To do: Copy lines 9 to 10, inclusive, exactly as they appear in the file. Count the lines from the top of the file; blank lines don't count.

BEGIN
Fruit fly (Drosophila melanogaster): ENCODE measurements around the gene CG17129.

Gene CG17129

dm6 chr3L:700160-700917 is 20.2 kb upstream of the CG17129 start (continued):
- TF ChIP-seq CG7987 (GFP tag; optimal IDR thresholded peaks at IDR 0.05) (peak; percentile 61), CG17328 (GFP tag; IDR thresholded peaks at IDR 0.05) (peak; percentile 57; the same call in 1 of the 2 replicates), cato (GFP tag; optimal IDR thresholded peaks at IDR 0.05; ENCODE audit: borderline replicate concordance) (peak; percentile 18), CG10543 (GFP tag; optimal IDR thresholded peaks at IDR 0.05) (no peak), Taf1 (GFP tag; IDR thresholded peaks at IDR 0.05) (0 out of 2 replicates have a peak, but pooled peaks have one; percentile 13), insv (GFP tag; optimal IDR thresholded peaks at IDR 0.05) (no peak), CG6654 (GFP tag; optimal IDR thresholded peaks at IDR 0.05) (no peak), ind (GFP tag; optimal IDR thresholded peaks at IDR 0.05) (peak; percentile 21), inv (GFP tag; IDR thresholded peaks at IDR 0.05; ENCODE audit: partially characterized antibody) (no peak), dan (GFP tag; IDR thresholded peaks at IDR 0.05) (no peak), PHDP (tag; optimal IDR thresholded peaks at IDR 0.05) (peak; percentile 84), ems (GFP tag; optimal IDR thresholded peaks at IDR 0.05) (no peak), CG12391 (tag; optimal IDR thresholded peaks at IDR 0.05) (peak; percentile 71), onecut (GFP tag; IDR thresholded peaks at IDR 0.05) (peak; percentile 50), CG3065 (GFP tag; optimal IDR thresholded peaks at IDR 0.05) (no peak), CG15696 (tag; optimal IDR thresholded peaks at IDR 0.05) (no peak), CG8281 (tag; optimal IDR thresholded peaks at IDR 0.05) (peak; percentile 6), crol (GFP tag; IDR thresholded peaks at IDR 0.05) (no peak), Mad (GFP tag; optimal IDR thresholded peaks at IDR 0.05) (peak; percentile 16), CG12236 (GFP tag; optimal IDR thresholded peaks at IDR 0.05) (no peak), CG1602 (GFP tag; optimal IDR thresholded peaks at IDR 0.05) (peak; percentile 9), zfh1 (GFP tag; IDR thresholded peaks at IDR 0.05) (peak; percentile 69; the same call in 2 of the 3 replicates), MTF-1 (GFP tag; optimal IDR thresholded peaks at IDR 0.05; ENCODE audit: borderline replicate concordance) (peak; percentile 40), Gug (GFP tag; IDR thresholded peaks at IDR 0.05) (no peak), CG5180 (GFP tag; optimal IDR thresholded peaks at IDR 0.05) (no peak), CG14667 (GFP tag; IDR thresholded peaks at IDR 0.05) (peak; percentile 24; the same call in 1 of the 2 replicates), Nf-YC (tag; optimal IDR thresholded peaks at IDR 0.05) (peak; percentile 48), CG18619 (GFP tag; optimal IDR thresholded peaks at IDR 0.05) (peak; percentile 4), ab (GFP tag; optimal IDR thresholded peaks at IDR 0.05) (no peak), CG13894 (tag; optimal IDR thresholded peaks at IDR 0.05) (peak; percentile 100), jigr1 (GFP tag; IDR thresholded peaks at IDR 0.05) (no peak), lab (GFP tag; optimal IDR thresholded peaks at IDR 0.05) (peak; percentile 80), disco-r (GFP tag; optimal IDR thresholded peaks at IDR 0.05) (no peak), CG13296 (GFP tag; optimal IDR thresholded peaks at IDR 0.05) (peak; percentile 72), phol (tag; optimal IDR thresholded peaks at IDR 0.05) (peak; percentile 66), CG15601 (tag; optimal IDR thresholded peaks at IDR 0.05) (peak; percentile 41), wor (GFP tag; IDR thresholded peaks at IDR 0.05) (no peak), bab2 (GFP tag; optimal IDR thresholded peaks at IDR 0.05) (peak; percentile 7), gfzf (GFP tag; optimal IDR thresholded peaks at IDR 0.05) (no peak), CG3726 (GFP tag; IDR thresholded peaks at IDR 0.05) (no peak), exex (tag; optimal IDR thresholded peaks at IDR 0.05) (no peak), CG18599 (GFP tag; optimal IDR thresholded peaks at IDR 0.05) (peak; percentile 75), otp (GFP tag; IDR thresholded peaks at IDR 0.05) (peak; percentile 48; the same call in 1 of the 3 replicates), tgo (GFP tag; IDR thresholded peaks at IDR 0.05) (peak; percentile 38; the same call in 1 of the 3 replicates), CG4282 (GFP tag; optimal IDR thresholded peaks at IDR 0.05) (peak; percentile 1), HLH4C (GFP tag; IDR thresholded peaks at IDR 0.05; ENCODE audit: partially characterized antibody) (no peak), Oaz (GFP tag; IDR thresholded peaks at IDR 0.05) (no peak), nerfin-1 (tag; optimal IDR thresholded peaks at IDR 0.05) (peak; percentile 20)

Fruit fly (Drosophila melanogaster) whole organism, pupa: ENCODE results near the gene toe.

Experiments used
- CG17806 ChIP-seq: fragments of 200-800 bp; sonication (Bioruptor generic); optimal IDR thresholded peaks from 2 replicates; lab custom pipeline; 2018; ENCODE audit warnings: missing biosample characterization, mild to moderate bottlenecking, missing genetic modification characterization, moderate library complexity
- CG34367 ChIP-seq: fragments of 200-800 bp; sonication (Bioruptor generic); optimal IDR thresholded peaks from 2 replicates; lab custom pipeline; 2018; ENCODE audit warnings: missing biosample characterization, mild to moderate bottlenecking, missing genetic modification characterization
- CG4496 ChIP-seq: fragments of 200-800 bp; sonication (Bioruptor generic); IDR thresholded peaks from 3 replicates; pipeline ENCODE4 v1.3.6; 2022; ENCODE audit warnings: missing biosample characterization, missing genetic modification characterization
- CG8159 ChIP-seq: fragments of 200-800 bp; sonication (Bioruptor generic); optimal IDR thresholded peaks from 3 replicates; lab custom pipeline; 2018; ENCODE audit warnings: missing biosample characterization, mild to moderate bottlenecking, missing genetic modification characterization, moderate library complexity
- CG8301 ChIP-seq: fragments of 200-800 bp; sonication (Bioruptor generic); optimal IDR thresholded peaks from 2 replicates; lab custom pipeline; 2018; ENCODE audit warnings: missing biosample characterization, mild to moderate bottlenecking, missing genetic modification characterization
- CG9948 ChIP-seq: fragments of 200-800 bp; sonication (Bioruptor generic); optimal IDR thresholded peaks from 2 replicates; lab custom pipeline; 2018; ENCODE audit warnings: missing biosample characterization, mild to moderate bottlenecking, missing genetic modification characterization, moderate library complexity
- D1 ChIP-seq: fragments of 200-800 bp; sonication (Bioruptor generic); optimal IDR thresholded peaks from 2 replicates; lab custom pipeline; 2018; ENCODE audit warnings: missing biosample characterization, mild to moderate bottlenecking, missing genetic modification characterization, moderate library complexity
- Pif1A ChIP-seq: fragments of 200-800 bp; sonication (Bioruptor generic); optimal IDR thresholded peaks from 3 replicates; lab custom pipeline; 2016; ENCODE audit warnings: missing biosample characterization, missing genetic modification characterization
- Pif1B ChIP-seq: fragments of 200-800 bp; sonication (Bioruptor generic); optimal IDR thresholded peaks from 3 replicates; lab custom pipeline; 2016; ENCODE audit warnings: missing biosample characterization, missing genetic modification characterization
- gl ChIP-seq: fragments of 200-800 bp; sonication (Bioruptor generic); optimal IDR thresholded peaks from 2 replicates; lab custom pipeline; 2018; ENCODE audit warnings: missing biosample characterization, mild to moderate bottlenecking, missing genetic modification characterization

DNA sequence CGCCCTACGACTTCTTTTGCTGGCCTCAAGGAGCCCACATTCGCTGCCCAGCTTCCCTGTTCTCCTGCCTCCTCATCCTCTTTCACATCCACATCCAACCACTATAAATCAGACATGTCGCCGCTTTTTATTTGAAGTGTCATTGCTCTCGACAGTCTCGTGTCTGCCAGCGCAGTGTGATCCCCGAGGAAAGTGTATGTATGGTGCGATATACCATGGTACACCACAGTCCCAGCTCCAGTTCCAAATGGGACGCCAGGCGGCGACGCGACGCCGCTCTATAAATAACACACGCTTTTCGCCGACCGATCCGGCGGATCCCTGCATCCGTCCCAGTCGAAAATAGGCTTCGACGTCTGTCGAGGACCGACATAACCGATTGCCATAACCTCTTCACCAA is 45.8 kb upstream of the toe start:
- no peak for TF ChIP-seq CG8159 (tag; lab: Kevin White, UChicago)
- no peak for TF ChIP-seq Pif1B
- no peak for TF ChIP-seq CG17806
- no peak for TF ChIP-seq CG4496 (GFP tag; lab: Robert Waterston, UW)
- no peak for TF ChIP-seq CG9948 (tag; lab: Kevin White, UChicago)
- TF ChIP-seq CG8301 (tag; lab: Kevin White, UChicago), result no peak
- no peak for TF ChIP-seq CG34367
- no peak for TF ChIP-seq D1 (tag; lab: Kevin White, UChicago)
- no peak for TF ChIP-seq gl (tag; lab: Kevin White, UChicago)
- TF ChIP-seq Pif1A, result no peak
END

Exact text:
- CG4496 ChIP-seq: fragments of 200-800 bp; sonication (Bioruptor generic); IDR thresholded peaks from 3 replicates; pipeline ENCODE4 v1.3.6; 2022; ENCODE audit warnings: missing biosample characterization, missing genetic modification characterization
- CG8159 ChIP-seq: fragments of 200-800 bp; sonication (Bioruptor generic); optimal IDR thresholded peaks from 3 replicates; lab custom pipeline; 2018; ENCODE audit warnings: missing biosample characterization, mild to moderate bottlenecking, missing genetic modification characterization, moderate library complexity